Musical Wheelchairs: Sonnen Wants Forfeiture… and So Do We
STUDIO MMA, VENICE, CA — Believe it or not, we agree with Chael Sonnen. Most of what the Oregonian middleweight does and says causes us to cringe — his incessant trash-talking, his questionable use and defense of TRT, his past conviction for money laundering. But, we find common ground with Sonnen on the issue of how to address the disruptive string of injuries that has caused an absurd number of bout modifications, delays, and cancellations in the UFC this year. Institute a forfeiture rule in MMA.
Sonnen argues, and we concur, that one of the only ways to reverse this very frustrating and costly trend is to record a withdrawal due to injury as a loss on the fighter’s professional MMA record. This puts the onus on the fighters and their trainers. But, frankly, there is nowhere else to put it.
Some may argue that this is unfair to the fighters. However, quite clearly, these training injuries are rooted in just a few possible causes — the fighters are sparring too intensely, the fighters are not taking the necessary safety precautions in practice, etc. Yes, sometimes injuries are freak, blameless occurrences. However, the dramatic increase in their frequency over the past 24 months shows that behavioral changes that are taking place in MMA training camps are likely the culprit.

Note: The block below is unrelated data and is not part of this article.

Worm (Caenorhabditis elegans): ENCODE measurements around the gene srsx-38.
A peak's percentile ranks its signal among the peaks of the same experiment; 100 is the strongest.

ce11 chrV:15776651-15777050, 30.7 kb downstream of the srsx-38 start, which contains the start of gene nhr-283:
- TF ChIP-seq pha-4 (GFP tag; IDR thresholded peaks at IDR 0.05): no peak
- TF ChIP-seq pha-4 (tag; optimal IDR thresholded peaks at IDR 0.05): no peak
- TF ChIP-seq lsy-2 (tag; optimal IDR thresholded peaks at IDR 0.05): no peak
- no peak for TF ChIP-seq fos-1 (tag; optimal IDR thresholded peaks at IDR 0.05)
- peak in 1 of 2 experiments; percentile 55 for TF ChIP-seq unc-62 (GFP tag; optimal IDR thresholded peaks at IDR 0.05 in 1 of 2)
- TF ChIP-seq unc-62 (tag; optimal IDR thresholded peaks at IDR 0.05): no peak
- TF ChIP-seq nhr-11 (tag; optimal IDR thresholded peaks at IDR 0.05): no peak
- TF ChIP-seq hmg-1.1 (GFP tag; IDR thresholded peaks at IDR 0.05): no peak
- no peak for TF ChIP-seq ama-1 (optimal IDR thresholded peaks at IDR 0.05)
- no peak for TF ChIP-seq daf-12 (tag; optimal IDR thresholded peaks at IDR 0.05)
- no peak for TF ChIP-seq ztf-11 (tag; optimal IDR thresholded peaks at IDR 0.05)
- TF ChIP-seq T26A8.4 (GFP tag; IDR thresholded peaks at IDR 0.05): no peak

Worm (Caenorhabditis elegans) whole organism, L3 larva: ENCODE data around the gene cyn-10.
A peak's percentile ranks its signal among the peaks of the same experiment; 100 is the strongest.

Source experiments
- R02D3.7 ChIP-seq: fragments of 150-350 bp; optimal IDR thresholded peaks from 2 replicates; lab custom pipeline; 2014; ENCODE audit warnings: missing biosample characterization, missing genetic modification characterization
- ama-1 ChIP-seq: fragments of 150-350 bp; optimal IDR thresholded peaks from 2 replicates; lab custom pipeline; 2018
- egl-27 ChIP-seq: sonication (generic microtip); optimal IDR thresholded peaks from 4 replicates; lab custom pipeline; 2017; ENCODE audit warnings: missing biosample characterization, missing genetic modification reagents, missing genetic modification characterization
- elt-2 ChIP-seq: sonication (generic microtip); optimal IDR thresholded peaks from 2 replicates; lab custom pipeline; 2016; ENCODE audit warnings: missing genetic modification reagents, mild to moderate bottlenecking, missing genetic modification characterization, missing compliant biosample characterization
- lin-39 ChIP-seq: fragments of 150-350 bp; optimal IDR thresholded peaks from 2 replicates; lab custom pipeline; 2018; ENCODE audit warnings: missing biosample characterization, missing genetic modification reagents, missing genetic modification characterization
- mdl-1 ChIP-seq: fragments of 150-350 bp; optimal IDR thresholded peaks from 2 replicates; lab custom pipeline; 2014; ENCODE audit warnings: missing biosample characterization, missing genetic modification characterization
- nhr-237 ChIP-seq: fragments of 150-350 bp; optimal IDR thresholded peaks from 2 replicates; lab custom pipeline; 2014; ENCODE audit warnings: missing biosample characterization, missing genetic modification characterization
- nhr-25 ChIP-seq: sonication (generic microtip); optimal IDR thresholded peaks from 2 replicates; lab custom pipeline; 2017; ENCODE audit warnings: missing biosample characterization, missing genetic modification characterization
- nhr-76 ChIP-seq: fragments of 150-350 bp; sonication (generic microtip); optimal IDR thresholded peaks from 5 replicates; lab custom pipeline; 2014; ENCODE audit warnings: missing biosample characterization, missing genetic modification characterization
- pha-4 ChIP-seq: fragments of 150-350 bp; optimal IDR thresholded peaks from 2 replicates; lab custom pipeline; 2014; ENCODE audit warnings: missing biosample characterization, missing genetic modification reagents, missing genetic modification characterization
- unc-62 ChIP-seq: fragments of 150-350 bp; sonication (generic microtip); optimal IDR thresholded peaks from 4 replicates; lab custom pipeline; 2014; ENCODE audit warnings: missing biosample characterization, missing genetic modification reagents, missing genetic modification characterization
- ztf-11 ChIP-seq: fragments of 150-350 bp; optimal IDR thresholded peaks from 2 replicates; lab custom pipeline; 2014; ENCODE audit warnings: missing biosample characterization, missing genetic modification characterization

Some fighters who take all the necessary precautions and who exercise jurisprudence in their sparring will still get injured. But, sadly, shit happens. And shit can happen before a fight, during a fight, or when the judges turn in their score cards. There are myriad reasons why a fighter might be penalized for something that is not his/her fault. It is part of the sport. Such fates are part of every sport.
… We’re the only sport where you can just not show up… Every event is set. The Super Bowl for 2015. The kickoff time, the venue – it’s set. If one team doesn’t want to show up, a Super Bowl champion will be crowned that day.
The UFC has to act now to discourage dangerous practices and prevent training injuries — and it must act swiftly and forcefully. With every postponed or cancelled fight, the UFC is losing fans and disappointing the supporters who have contributed to the growth of the promotion. At a time when the sport has tremendous momentum and is on the cusp of a tipping point that will have ramifications for decades to come, the UFC must insure that the show goes on.